UPDATE - 11:40 a.m.: Given that winds are currently lighter than expected, helicopters have started bucket drops of water on the fire. Local wind conditions will determine if firefighting aircraft can continue to provide support.
As of 9:45 a.m. MDT on April 23, the Cerro Pelado fire currently burning in the Jemez Mountains is still not an immediate threat to Los Alamos County or Los Alamos National Laboratory. Cooler temperatures, higher-than-normal humidity and lighter winds overnight appear to have slowed the fire’s spread.
Although the conditions have improved, a red flag warning is still in effect today from 11 a.m. to 8 p.m., which means firefighting aircraft cannot fly, and winds in the afternoon are expected to gust up to 55 mph, so continued vigilance is critical.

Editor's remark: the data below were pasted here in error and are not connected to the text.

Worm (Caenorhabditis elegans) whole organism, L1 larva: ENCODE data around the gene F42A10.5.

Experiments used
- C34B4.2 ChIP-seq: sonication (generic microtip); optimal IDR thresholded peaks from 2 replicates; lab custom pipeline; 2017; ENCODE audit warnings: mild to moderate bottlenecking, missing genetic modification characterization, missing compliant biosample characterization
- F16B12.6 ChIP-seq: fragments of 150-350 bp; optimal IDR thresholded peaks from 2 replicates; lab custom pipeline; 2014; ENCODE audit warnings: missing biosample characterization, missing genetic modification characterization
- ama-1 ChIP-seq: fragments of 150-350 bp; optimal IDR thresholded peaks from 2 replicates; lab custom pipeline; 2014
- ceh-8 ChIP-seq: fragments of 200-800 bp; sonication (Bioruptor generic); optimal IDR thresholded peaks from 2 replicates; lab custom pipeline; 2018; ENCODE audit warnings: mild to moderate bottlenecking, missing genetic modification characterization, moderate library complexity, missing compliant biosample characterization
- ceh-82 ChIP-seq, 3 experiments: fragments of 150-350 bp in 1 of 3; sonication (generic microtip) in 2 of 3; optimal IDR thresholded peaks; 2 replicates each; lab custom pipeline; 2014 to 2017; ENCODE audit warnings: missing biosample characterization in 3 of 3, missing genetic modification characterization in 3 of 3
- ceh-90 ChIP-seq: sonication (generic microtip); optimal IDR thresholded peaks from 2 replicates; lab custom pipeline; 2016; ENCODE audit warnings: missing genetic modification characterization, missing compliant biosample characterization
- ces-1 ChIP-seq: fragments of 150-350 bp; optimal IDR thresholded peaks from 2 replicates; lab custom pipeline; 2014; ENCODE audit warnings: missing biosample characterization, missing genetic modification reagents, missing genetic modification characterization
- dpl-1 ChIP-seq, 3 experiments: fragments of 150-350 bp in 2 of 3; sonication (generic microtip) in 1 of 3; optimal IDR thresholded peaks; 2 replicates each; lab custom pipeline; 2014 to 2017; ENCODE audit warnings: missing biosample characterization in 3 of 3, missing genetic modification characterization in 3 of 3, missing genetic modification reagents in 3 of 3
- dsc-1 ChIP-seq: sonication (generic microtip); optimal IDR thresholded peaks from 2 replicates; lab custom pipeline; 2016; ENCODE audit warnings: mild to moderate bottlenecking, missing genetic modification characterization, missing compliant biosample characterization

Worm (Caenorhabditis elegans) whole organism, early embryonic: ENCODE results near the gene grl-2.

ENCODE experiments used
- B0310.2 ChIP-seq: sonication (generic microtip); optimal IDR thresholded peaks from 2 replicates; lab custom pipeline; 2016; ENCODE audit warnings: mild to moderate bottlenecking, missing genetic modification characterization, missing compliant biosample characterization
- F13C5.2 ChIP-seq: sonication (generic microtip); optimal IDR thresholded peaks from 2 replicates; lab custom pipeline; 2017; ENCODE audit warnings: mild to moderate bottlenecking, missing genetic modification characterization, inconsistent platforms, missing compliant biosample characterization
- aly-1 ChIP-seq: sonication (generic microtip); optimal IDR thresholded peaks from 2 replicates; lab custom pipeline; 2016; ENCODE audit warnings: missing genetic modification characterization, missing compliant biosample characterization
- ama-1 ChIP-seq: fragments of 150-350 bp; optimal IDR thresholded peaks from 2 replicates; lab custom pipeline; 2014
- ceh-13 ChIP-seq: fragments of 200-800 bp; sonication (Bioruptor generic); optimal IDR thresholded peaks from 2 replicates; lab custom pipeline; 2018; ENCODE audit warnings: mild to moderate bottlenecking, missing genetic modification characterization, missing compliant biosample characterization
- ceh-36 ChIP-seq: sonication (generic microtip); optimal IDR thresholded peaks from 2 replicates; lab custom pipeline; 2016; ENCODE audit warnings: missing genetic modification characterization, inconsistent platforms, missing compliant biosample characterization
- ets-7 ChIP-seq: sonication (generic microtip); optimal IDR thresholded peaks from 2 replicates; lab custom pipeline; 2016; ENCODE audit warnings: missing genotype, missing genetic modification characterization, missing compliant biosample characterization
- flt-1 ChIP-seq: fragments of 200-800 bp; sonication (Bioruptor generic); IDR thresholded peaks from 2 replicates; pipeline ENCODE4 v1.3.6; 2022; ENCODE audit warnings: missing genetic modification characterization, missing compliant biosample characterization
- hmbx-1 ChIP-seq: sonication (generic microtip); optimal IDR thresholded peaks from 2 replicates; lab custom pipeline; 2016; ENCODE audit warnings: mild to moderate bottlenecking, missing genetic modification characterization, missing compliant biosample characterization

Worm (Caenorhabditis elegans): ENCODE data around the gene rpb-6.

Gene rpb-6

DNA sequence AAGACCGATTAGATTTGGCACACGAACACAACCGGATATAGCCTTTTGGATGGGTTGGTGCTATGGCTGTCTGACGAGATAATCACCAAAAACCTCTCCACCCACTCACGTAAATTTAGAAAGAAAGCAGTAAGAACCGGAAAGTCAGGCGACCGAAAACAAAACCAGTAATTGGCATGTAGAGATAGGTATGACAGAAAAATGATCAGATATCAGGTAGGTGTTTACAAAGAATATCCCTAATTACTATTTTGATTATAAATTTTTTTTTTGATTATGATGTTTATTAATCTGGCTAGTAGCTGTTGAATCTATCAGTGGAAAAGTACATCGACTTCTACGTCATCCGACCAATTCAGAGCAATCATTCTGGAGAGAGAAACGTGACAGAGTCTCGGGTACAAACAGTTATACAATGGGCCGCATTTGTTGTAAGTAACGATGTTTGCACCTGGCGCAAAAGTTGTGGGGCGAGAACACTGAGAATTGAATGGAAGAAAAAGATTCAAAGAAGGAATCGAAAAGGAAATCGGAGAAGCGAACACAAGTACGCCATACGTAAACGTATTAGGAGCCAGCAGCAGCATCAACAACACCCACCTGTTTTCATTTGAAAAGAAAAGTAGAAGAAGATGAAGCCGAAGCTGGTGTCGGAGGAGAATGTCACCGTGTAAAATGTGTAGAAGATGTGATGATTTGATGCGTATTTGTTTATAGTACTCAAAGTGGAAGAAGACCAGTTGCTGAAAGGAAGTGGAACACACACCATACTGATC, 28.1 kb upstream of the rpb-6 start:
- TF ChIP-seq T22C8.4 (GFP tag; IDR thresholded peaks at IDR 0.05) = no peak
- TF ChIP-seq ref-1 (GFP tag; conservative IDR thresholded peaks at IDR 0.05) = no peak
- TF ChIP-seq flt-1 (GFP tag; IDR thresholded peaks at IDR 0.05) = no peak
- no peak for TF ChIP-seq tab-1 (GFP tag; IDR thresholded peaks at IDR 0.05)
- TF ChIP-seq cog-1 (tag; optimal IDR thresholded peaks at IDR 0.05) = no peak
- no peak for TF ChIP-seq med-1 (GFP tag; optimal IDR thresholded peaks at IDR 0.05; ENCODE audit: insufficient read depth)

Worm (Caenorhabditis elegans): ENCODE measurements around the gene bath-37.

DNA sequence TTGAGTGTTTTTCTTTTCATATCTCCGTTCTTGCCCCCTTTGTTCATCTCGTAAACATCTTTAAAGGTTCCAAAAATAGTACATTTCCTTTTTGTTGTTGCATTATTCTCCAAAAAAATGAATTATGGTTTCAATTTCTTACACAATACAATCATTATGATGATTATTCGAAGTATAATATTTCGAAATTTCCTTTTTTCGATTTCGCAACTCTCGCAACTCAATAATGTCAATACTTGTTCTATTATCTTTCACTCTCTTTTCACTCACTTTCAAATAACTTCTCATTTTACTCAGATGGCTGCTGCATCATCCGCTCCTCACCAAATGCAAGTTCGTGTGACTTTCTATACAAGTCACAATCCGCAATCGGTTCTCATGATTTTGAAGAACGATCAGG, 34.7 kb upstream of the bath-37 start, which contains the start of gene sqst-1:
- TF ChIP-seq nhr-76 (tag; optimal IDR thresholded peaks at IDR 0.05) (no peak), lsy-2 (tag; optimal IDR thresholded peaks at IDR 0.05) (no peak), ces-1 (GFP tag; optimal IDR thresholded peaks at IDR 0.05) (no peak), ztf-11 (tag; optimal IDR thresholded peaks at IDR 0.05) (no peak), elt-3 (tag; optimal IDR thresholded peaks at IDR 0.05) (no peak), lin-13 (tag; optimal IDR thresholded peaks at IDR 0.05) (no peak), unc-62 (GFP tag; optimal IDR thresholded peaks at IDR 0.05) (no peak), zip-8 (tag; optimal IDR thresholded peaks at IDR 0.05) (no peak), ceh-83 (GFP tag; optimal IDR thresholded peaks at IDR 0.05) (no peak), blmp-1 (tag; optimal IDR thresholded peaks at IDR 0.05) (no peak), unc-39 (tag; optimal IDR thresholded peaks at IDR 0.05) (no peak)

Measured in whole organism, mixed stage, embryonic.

Currently, the fire is 10-11 miles from the Laboratory’s southwestern boundary. Thirty-nine personnel are on scene, including 10 LAFD firefighters to protect the structures and homes in area. Residents in the area were evacuated last night. New Mexico State Road 4 at mile markers 30 and 50 (where it intersects with West Jemez, or the “back gate”) continues to be closed.
The Laboratory, County and NNSA Field Office are monitoring the fire as a unified response and will continue to provide updates. Emergency operations managers from Los Alamos and Sandoval counties are drawing on the technical expertise of the Laboratory, as well as that of the County Fire Department.
Los Alamos County residents are encouraged to think about their evacuation and emergency planning. “April is our windiest month, and given drought conditions, wildland fires are always a risk,” said Los Alamos County Fire Chief Troy Hughes. “It’s a good idea to be prepared.”
Resources for emergency preparedness are available on the County website: https://lacnm.com/EmergencyPrepared